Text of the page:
[movieperson id="182818"]Edward Norton[/movieperson]'s an Obama guy. Long before the first-term senator from Illinois secured a four-year stay at the White House, Norton began producing a documentary about Obama's political life. The film, "By the People: The Election of Barack Obama," premieres on HBO next week. A few days before then, Norton is set to run in the ING New York City Marathon, and among his top goals is beating the former vice-presidential candidate who Obama defeated in the election.
Back in Alaska in 2005, Sarah Palin ran 26-plus miles in under four hours. And when he stopped by MTV News recently, Norton swore he'd destroy that time in this Sunday's race.
"I'm gonna beat Sarah Palin like a rug!" he joked during the interview. "Palin I would like to beat just on principle."
Norton is running as part of the Maasai Marathon, a group dedicated to raising money for the Maasai Wilderness Conservation Trust, which promotes conservation, education and health services in communities in southern Kenya. While he trains, he's been tweeting up a storm in an effort to raise money and awareness for the cause. Among the marathon participants is Samson Parashina, a Maasai who met Norton when the actor came to climb Mount Kilimanjaro and who is now president of the trust.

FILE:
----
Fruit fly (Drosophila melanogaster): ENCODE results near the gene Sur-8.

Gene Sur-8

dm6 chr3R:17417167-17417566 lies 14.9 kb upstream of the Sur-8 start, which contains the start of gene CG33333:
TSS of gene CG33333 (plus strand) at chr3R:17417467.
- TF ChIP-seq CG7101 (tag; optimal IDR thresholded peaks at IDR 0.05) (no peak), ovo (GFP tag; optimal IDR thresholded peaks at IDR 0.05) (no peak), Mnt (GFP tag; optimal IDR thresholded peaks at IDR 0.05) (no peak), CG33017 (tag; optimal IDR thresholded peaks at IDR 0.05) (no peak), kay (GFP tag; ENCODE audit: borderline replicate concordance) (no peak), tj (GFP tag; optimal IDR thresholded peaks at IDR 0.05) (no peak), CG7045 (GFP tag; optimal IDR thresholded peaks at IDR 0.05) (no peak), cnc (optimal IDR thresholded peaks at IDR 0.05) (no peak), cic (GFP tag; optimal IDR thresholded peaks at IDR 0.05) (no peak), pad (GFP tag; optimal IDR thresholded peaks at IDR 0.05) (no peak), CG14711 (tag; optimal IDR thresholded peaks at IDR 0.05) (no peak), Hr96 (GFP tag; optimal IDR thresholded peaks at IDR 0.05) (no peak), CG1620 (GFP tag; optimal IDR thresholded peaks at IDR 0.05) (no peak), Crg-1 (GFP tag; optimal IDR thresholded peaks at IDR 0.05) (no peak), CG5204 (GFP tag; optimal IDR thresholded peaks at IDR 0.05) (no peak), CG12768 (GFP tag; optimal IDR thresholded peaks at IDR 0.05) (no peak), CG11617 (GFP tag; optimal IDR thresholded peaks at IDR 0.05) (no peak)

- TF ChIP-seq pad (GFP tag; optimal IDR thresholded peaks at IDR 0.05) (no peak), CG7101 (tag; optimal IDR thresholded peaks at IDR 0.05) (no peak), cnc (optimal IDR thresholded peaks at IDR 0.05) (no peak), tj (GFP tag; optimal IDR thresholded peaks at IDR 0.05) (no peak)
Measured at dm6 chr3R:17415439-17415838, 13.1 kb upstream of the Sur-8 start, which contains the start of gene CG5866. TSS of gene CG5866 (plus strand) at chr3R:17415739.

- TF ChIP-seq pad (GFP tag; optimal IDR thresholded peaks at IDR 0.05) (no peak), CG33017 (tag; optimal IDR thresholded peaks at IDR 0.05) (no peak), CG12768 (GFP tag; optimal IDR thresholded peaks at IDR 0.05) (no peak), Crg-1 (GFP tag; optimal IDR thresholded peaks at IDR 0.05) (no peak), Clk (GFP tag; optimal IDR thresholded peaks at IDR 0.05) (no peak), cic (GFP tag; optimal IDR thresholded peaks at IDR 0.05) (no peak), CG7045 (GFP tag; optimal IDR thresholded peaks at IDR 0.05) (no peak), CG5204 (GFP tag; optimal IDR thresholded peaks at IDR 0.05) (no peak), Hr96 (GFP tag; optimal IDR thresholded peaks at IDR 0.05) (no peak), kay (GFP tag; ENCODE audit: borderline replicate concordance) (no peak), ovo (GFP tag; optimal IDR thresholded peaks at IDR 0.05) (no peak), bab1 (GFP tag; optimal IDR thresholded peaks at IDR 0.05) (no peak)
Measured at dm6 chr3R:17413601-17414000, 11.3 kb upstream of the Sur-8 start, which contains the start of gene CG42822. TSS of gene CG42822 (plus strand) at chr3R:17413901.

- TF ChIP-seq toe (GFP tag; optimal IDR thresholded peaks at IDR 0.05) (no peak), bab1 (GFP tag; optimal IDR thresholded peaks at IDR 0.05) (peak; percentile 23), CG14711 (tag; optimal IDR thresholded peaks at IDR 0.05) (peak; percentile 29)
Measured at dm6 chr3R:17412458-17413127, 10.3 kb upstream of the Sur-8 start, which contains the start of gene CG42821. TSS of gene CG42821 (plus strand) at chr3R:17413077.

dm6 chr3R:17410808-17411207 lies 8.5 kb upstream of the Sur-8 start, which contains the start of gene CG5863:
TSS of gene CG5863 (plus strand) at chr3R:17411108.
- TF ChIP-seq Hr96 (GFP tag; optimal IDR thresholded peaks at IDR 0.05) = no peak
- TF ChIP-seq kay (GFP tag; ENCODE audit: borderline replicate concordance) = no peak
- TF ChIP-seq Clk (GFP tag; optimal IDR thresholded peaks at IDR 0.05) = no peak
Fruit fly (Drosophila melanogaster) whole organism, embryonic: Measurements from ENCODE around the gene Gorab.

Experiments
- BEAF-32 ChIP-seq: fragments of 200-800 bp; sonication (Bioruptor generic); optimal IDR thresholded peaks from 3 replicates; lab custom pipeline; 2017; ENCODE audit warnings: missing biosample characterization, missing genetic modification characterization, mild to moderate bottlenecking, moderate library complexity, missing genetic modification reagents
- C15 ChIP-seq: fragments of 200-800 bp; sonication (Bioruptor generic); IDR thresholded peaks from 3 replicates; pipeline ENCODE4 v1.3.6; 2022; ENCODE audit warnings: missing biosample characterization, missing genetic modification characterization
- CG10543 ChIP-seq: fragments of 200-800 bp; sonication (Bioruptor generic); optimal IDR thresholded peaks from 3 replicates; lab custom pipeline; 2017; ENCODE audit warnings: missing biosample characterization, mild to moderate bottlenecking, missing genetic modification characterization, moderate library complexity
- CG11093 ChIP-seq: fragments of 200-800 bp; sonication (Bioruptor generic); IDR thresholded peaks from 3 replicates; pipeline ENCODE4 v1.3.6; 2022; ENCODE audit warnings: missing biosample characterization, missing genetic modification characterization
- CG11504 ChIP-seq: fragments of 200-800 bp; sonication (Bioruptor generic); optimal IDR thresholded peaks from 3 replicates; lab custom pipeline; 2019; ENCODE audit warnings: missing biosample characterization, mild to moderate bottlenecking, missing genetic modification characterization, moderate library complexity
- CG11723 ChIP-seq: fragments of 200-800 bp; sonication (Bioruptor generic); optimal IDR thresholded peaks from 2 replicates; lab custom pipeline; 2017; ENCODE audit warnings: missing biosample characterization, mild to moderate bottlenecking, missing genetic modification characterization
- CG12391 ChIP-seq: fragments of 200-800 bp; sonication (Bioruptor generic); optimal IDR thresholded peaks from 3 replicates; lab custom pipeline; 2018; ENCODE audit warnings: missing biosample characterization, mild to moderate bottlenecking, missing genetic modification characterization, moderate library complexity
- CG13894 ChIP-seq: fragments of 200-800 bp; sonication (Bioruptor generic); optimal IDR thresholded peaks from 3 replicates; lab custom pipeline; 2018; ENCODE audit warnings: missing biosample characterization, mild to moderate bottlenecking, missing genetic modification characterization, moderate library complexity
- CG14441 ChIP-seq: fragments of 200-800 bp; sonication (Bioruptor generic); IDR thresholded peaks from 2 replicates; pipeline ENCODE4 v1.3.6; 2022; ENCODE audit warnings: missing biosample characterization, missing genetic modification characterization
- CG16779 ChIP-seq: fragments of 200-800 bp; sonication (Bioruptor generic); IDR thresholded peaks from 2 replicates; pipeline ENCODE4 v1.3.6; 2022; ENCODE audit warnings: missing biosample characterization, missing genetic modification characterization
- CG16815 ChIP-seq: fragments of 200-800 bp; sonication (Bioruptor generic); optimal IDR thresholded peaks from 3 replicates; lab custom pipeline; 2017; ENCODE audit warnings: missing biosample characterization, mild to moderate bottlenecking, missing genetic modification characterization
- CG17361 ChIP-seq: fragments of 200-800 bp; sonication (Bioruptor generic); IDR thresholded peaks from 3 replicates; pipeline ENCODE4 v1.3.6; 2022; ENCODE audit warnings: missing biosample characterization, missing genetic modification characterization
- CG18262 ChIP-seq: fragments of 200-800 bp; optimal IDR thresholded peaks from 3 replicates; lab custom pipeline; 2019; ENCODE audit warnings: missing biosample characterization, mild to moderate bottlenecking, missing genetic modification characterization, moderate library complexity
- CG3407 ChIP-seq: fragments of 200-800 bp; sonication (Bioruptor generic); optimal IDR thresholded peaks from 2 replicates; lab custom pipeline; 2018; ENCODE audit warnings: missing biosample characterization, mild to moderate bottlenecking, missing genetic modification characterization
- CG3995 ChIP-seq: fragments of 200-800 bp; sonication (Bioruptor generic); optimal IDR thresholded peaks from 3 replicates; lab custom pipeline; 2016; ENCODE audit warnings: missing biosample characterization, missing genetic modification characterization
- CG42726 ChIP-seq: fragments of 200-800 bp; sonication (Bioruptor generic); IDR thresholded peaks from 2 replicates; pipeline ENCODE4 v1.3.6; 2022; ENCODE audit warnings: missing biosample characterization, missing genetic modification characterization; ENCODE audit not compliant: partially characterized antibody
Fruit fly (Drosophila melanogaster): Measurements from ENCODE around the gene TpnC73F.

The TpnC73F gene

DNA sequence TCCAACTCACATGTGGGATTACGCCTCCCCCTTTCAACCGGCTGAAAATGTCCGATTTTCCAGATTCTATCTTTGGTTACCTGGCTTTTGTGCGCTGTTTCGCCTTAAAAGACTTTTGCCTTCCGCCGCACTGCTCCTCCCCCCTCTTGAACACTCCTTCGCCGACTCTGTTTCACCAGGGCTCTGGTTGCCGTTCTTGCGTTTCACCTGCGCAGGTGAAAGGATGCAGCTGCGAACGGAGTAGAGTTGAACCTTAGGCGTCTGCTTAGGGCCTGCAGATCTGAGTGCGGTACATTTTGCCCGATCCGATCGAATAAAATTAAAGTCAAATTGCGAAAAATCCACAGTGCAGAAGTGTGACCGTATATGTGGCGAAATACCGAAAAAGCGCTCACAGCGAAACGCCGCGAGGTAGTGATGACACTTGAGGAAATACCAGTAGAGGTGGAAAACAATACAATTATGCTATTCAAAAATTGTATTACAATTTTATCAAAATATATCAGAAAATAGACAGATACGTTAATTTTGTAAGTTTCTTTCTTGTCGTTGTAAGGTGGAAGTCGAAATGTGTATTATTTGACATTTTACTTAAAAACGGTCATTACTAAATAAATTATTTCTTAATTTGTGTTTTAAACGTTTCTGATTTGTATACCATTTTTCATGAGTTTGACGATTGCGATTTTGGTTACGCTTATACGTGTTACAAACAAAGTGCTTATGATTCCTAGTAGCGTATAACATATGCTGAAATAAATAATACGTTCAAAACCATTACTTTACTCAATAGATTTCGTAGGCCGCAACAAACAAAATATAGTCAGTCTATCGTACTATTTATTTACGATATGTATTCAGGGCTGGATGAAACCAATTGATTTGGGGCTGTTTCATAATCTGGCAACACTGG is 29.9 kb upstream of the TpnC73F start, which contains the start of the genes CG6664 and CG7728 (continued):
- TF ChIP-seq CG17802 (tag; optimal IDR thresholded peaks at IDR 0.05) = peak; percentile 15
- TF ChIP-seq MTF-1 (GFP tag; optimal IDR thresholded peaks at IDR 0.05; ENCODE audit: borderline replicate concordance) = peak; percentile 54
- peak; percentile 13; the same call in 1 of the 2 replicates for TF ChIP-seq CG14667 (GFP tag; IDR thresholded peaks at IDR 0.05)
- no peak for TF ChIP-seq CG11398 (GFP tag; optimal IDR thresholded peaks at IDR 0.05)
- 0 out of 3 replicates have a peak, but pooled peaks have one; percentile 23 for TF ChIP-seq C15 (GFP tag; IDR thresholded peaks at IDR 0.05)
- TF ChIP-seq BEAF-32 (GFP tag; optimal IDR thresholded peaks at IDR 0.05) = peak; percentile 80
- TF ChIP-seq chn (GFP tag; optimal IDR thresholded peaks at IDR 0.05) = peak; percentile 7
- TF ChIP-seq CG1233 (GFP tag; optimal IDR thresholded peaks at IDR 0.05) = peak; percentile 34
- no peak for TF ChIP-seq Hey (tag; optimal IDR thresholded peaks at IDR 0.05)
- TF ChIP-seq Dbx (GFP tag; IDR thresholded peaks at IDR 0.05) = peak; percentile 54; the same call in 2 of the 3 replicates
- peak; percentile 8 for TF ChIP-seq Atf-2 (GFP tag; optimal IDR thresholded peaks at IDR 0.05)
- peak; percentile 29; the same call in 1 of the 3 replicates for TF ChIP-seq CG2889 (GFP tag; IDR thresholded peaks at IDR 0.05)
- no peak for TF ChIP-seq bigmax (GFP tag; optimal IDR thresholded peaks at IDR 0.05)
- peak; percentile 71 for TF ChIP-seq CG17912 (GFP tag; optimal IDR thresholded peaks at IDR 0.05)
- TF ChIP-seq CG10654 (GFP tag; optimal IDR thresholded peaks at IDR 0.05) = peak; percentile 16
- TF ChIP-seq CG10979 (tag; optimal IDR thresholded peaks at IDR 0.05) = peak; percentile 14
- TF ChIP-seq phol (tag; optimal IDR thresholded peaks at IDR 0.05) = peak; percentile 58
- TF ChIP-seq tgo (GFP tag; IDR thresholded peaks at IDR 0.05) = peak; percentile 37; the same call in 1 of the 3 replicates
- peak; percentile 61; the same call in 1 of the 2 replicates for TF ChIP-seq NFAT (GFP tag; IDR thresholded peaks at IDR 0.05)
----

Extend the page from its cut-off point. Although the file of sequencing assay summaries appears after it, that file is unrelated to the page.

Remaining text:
"He's a good runner," Parashina said of Norton. "We've been running over the lava rocks in Kenya — the terrain is very uneven — and he was going very well."
"I'm often slower than the Maasai, which is to be expected," the two-time Oscar nominee said. "But then I see something like a lion print, and then suddenly, amazingly, I'm as fast as they are."
So is training for a marathon harder than making movies? "David Fincher's films are kind of a marathon, but they're at night and you do things like repetitively bang your head into the floor," Norton, who you'll remember starred in "Fight Club," decided. "No, this is definitely one of the hardest things I think we've all ever done."